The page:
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Is it Always Frustrating at the Start?

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  • Is it Always Frustrating at the Start?

    I have made several attempts to start this diet, as I like the research and empirical evidence behind/surrounding it. I keep running into snags, and they all seem to be for different reasons. The first few times, people talked me into something that was particularly delicious and/or rare (regional foods, etc). Last night, it was this ravenous hunger that apparently came from out of nowhere, and I, like a fool, had not prepared and talked myself into a nacho snarf. I know I don't have to be perfect, but how do I get out of my own way? I have thought of telling people to consider it like vegetarianism, where you stop offering the person things they don't want, but other people are only part of the problem (me being the most of it). I'm not going to beat myself up over this, because I know it's a learning experience, but how did you successful PB-ers do this? Thanks.

  • #2
    I don't think it ever gets "easy." There will always be people in social settings trying to feed you food you don't want to eat. There is no getting around it. What gets easier, in my opinion, is that with time you get better at A. Saying no when you really don't want something and B. Accepting some of the things people give you as 80/20 without worrying too much about them. It is always important to not stress yourself out about it, which in my mind diminishes a lot of the benefit of eating this way.

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    • #3
      I think you nailed the answer when you mentioned planning ahead. ALWAYS have something primal prepared and handy to get you through until your cravings diminsh and new habits form.
      Nightlife ~ Chronicles of Less Urban Living, Fresh from In the Night Farm ~ Idaho's Primal Farm! http://inthenightlife.wordpress.com/

      Latest post: Stop Being Stupid

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      • #4
        Also, has anyone found an "induction phase" helpful, or is this unnecessary doing BP? Thanks again.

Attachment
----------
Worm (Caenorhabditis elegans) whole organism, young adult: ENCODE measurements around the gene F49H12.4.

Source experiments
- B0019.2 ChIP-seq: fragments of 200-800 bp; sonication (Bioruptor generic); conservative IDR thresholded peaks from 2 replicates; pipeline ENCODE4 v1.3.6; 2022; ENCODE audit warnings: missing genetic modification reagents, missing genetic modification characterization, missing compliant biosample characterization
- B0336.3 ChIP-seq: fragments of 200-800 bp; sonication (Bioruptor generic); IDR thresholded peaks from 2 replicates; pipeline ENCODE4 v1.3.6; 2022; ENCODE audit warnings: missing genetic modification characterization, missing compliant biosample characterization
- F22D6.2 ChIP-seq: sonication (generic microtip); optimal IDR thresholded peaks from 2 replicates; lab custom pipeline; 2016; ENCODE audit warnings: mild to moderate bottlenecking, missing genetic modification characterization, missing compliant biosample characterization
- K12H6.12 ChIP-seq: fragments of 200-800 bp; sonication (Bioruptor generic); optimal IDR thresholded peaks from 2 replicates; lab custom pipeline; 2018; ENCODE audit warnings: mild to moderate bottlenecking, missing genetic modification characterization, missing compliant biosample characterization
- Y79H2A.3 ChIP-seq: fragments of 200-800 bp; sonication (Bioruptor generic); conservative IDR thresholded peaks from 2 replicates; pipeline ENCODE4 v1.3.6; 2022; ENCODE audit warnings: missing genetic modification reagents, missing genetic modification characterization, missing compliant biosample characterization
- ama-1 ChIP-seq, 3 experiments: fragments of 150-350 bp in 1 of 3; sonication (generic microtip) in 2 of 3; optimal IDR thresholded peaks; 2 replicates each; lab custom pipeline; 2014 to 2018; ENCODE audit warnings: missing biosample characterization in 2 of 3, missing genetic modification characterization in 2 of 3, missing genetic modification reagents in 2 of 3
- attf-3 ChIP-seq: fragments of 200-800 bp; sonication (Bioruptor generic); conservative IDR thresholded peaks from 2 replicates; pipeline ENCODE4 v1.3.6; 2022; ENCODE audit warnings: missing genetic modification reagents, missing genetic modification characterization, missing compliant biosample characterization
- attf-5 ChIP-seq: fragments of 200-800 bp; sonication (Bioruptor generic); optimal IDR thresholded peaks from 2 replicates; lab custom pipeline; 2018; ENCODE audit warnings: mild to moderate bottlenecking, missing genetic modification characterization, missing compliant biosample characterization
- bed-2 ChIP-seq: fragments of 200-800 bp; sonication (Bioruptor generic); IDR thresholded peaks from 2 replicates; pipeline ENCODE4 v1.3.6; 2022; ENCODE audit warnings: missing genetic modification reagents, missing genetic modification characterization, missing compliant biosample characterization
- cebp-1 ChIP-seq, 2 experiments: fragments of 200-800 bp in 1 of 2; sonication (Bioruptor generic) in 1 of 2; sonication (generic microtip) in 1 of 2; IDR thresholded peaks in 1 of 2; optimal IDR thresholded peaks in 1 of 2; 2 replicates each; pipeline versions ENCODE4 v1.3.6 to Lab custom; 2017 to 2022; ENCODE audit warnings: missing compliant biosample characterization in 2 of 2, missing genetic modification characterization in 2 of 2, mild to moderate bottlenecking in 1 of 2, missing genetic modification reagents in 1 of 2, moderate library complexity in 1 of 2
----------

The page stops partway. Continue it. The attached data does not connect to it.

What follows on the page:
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        • #5
          Originally posted by Stizzorm View Post
          Also, has anyone found an "induction phase" helpful, or is this unnecessary doing BP? Thanks again.
          There does seem to be value in an Atkins-like "induction phase" in terms of bodyfat loss, but not everyone is the "cold turkey" type -- so if they try induction, they may suffer the ol' low carb flu and/or fail repeatedly and give up. Obviously, those people would have been better off to baby-step into primal and stay there. Other people prefer to tough it out all at once.

          Either way works just fine. Consider your personality and decide what will work for YOU. Remember, the goal is not a crash diet, but a sustainable lifestyle.
          Nightlife ~ Chronicles of Less Urban Living, Fresh from In the Night Farm ~ Idaho's Primal Farm! http://inthenightlife.wordpress.com/

          Latest post: Stop Being Stupid

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          • #6
            Some people go cold turkey for a month. Google "Whole 30" for that approach. For you, that might be a good thing to try. Others ease into it gradually - I started out just cutting the grains, then started thinking about the oils, etc etc. That worked for me. Just like smoking, I think the method depends on the individual.
            BTW, "does it ever get easy" - yeah it gets very very easy to the point of being fun and a no brainer.
            If you are new to the PB - please ignore ALL of this stuff, until you've read the book, or at least http://www.marksdailyapple.com/primal-blueprint-101/ and this (personal fave): http://www.archevore.com/get-started/

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            • #7
              Take it one day at a time, if you fall off the wagon, get back on. It's no big deal unless you let it be...

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              • #8
                I would say go 100% for just a few days and you'll be surprised, at least I was. I had intended to ease into things but, for me at least, the effects were amazing and almost instantaneous.

                And, to quote Grizz in another thread, "you must eat fat." This is still the sticking point with me but among other things it will lead to satiety and stave off the hungry horrors. This is something I got more from this forum than the book.

                I went to a reunion last week w/ a predictably bad Chinese buffet. I had a plate of turkey before I left the house and was able to start right in on the scotch as soon as I arrived. Most other functions should have at least something primal be it the roasted meat or cheese, and my favorite 20%, pumpkin pie.
                Wheat is the new tobacco. Spread the word.

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                • #9
                  Having the occasional plate of nachos or meal out with your friends does not mean you are failing. Eat primal foods most of the time. The little slip ups are more of a mental problem than a physical one.